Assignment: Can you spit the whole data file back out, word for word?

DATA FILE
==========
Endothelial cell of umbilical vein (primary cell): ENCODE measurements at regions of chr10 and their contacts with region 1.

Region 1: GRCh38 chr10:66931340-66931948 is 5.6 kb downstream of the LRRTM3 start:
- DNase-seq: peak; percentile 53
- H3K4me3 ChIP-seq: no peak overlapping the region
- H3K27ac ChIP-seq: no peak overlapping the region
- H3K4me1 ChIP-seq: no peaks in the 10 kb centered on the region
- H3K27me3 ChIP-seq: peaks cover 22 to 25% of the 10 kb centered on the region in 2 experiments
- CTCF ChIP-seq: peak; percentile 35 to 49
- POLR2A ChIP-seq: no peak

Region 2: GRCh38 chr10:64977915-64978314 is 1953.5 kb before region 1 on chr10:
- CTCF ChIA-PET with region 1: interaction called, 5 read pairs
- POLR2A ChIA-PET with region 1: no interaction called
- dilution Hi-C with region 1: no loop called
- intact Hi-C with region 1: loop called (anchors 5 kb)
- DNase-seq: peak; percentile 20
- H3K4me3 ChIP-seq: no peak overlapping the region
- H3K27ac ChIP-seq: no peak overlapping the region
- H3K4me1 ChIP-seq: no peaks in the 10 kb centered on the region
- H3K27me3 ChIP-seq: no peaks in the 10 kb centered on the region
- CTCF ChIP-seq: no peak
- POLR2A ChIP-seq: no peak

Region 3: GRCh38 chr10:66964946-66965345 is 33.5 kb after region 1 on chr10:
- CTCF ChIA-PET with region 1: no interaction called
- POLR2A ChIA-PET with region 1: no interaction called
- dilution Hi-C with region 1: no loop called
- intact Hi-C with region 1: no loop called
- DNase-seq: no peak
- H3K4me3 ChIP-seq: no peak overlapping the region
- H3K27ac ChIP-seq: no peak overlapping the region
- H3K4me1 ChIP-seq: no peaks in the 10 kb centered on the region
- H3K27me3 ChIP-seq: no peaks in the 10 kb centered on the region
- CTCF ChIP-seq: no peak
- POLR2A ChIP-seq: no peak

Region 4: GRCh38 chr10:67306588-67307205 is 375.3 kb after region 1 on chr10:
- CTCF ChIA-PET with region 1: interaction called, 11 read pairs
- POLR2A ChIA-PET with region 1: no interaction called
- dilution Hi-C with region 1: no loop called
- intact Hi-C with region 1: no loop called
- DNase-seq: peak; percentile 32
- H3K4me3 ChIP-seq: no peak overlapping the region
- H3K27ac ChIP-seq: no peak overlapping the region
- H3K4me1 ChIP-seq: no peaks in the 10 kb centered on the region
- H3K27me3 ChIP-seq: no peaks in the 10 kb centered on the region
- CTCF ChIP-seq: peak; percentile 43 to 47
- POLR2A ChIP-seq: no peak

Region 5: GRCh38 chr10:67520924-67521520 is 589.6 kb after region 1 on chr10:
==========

Endothelial cell of umbilical vein (primary cell): ENCODE measurements at regions of chr10 and their contacts with region 1.

Region 1: GRCh38 chr10:66931340-66931948 is 5.6 kb downstream of the LRRTM3 start:
- DNase-seq: peak; percentile 53
- H3K4me3 ChIP-seq: no peak overlapping the region
- H3K27ac ChIP-seq: no peak overlapping the region
- H3K4me1 ChIP-seq: no peaks in the 10 kb centered on the region
- H3K27me3 ChIP-seq: peaks cover 22 to 25% of the 10 kb centered on the region in 2 experiments
- CTCF ChIP-seq: peak; percentile 35 to 49
- POLR2A ChIP-seq: no peak

Region 2: GRCh38 chr10:64977915-64978314 is 1953.5 kb before region 1 on chr10:
- CTCF ChIA-PET with region 1: interaction called, 5 read pairs
- POLR2A ChIA-PET with region 1: no interaction called
- dilution Hi-C with region 1: no loop called
- intact Hi-C with region 1: loop called (anchors 5 kb)
- DNase-seq: peak; percentile 20
- H3K4me3 ChIP-seq: no peak overlapping the region
- H3K27ac ChIP-seq: no peak overlapping the region
- H3K4me1 ChIP-seq: no peaks in the 10 kb centered on the region
- H3K27me3 ChIP-seq: no peaks in the 10 kb centered on the region
- CTCF ChIP-seq: no peak
- POLR2A ChIP-seq: no peak

Region 3: GRCh38 chr10:66964946-66965345 is 33.5 kb after region 1 on chr10:
- CTCF ChIA-PET with region 1: no interaction called
- POLR2A ChIA-PET with region 1: no interaction called
- dilution Hi-C with region 1: no loop called
- intact Hi-C with region 1: no loop called
- DNase-seq: no peak
- H3K4me3 ChIP-seq: no peak overlapping the region
- H3K27ac ChIP-seq: no peak overlapping the region
- H3K4me1 ChIP-seq: no peaks in the 10 kb centered on the region
- H3K27me3 ChIP-seq: no peaks in the 10 kb centered on the region
- CTCF ChIP-seq: no peak
- POLR2A ChIP-seq: no peak

Region 4: GRCh38 chr10:67306588-67307205 is 375.3 kb after region 1 on chr10:
- CTCF ChIA-PET with region 1: interaction called, 11 read pairs
- POLR2A ChIA-PET with region 1: no interaction called
- dilution Hi-C with region 1: no loop called
- intact Hi-C with region 1: no loop called
- DNase-seq: peak; percentile 32
- H3K4me3 ChIP-seq: no peak overlapping the region
- H3K27ac ChIP-seq: no peak overlapping the region
- H3K4me1 ChIP-seq: no peaks in the 10 kb centered on the region
- H3K27me3 ChIP-seq: no peaks in the 10 kb centered on the region
- CTCF ChIP-seq: peak; percentile 43 to 47
- POLR2A ChIP-seq: no peak

Region 5: GRCh38 chr10:67520924-67521520 is 589.6 kb after region 1 on chr10: